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Rhys Edwards


July 9 - August 29, 2020


Empty Gallery is pleased to present 'Apophenia', a solo exhibition by Rhys Edwards.

Rhys Edwards is a critic, artist, and curator. His works employ classical and academic methods in the pursuit of anti-representation. He has written for C Magazine, Canadian Art, The Capilano Review and BC Studies. In 2015, he co-founded the Agent C Gallery with artist Debbie Tuepah in the Newton region of Surrey. In 2019, he was nominated for the Salt Spring National Art Prize.


A primarily self-taught figurative artist, Edwards’ work engenders an obsession with the appearance of forms and how drawing and painting compel us to pay attention to these forms.


The subjects of all of Edwards' works are united in their ambiguity. They aspire to a reality that is generated through the symbolic codes of historical 'realism' in art (such as light, shadow, and texture), but as paintings and drawings, they may never arrive there.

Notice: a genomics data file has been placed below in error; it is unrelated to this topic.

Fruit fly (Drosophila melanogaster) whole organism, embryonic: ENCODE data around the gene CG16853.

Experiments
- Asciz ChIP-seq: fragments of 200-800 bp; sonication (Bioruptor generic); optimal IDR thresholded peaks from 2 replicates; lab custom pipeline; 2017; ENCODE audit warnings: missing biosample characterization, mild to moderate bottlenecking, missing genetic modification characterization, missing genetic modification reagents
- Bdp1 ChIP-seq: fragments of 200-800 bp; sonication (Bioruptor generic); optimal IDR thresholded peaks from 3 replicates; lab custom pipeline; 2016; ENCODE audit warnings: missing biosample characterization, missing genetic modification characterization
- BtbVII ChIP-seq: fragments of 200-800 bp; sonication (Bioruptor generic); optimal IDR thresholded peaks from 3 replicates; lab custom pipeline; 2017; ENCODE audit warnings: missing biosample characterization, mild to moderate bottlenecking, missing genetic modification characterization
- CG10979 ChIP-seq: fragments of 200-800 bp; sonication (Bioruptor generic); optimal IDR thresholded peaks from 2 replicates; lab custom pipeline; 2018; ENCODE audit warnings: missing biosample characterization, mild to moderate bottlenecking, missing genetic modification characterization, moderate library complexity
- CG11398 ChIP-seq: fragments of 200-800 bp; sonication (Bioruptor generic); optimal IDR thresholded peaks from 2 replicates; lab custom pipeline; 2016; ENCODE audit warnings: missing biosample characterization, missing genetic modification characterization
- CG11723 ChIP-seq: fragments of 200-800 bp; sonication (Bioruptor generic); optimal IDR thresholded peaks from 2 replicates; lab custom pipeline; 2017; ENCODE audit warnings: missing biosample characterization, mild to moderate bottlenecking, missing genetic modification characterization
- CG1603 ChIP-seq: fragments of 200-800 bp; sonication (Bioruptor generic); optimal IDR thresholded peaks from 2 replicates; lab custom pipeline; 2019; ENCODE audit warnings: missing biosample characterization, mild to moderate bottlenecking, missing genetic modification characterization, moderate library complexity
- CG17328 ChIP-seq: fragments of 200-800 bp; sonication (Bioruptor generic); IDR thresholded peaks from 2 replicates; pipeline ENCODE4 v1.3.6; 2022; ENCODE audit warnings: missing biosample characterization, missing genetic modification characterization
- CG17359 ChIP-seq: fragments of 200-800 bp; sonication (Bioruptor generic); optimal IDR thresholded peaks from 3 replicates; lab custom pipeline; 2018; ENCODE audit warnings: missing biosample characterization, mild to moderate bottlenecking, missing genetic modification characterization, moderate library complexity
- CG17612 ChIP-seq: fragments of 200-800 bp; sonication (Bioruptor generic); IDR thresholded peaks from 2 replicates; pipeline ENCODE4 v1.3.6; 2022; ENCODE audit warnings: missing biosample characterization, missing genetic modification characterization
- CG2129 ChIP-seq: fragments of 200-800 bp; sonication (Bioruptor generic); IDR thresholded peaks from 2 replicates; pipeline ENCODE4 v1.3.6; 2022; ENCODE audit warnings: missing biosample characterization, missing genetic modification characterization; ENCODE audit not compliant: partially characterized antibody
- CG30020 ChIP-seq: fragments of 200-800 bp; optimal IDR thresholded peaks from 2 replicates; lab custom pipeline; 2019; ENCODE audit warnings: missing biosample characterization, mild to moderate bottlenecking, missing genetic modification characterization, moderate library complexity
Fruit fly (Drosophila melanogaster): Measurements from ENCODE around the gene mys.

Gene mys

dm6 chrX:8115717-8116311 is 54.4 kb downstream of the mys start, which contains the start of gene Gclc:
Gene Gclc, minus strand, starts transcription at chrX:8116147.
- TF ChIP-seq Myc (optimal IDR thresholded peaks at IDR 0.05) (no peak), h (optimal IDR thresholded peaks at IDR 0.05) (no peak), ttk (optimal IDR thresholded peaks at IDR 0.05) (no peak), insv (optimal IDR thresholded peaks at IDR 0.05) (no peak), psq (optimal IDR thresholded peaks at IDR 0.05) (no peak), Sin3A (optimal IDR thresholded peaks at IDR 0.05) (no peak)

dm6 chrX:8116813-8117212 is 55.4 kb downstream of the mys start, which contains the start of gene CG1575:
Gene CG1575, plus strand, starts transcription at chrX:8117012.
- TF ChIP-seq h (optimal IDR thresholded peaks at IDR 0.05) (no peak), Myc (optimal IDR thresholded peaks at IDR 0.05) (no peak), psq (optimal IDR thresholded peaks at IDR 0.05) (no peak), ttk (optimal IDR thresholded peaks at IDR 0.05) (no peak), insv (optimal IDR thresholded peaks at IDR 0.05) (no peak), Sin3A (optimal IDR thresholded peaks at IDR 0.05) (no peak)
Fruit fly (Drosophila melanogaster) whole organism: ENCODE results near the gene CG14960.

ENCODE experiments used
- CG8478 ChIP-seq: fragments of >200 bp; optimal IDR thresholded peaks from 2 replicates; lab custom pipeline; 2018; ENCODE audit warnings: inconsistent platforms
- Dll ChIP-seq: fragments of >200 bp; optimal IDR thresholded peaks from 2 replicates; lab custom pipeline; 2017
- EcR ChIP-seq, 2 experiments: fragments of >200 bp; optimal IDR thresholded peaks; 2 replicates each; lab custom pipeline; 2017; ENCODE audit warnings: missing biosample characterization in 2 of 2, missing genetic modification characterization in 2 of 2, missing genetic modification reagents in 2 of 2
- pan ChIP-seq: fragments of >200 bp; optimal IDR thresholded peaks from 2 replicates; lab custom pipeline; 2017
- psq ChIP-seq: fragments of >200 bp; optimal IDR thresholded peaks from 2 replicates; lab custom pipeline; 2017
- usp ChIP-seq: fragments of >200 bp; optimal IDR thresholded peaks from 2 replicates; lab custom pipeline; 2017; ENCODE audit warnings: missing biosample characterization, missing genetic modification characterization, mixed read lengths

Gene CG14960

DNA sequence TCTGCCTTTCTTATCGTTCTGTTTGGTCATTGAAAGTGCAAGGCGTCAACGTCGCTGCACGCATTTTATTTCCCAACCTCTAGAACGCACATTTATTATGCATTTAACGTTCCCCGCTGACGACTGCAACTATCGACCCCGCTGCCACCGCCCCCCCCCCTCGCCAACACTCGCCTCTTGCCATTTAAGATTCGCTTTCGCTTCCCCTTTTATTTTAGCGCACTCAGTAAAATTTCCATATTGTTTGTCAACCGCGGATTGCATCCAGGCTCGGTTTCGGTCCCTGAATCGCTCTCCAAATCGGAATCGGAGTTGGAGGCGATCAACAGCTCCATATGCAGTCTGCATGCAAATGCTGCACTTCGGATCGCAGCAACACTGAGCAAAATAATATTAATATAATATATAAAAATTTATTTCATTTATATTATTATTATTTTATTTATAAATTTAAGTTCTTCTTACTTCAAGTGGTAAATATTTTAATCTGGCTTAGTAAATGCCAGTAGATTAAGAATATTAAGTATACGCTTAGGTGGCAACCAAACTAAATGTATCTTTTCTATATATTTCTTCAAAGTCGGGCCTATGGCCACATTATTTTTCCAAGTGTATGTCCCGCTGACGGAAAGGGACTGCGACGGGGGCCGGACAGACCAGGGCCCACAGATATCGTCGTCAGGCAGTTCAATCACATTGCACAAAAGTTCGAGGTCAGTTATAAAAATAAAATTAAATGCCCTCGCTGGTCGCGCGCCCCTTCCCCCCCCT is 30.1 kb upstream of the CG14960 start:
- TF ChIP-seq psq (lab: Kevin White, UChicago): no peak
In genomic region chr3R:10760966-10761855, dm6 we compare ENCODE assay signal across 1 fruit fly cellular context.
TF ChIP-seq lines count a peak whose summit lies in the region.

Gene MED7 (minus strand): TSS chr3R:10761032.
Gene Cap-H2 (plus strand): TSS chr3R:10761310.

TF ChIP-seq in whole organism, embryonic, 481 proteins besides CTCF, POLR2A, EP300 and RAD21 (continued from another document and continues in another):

In recent years, the focus of Edwards' painting practice has been the rendition of maquette sculptures. Edwards combines ordinary materials (such as plastic, fabric, paper, and foam) together to create sculptural compositions, which he then renders in two dimensions as exactly as he can in oil paint. Edwards develops these works with the use of natural daylight, and without the aid of any mechanical devices or digital reproductions, over numerous layers; each painting takes several months to produce. The end result is suggestive of historical painting forms in the Western canon, but evades reference to any specifically known object or entity. The use of abject materials and the lack of any apparent context or explicit meaning—combined with the lustre and smoothness of oil—creates a disjunction in symbolic value.


Critics such as Isabelle Graw have observed that the labour inherent within painting and drawing confers onto form a kind of vitalism (i.e., it makes form seem 'meaningful' or 'real'); yet, the very superficiality of Edwards' work brings into question those principles via which form accrues significance in both the mind and market.

‘Apophenia’ runs from July 9 to August 29, 2020. Visit the gallery during regular hours or by appointment.

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